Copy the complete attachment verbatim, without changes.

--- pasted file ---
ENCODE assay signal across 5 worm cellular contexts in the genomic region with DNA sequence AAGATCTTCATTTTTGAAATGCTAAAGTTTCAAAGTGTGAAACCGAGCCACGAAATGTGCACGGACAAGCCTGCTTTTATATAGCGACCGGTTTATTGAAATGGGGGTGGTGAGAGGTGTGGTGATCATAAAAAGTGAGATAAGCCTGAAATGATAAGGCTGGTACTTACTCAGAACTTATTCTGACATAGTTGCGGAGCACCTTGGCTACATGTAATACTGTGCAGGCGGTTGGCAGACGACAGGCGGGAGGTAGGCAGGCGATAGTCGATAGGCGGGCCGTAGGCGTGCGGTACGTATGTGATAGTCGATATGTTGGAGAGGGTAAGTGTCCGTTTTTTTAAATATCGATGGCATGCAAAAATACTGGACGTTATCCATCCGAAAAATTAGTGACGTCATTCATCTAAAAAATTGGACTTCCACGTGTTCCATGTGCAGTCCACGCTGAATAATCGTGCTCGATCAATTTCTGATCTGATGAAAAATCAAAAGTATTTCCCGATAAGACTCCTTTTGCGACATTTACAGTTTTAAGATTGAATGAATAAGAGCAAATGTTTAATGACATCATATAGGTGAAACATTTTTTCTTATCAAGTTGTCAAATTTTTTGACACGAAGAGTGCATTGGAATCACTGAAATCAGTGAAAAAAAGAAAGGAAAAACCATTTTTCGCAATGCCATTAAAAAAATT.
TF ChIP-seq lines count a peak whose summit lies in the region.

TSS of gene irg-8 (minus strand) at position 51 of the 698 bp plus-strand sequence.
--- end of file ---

ENCODE assay signal across 5 worm cellular contexts in the genomic region with DNA sequence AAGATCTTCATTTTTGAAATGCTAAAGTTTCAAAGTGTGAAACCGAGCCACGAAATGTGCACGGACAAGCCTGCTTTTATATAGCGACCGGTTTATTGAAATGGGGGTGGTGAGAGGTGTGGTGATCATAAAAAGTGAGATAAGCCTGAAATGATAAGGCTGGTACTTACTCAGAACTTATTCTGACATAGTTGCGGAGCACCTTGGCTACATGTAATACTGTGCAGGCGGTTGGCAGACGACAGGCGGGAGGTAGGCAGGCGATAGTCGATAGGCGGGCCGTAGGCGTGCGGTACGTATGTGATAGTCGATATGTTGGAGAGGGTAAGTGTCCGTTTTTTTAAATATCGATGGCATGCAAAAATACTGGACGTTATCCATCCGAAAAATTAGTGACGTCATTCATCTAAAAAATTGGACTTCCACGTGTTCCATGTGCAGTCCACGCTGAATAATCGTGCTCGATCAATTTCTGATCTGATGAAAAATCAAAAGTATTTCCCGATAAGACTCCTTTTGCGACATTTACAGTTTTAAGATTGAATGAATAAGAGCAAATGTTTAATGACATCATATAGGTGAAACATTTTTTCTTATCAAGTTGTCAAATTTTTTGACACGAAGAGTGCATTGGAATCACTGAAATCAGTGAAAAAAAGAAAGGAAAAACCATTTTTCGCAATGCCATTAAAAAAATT.
TF ChIP-seq lines count a peak whose summit lies in the region.

TSS of gene irg-8 (minus strand) at position 51 of the 698 bp plus-strand sequence.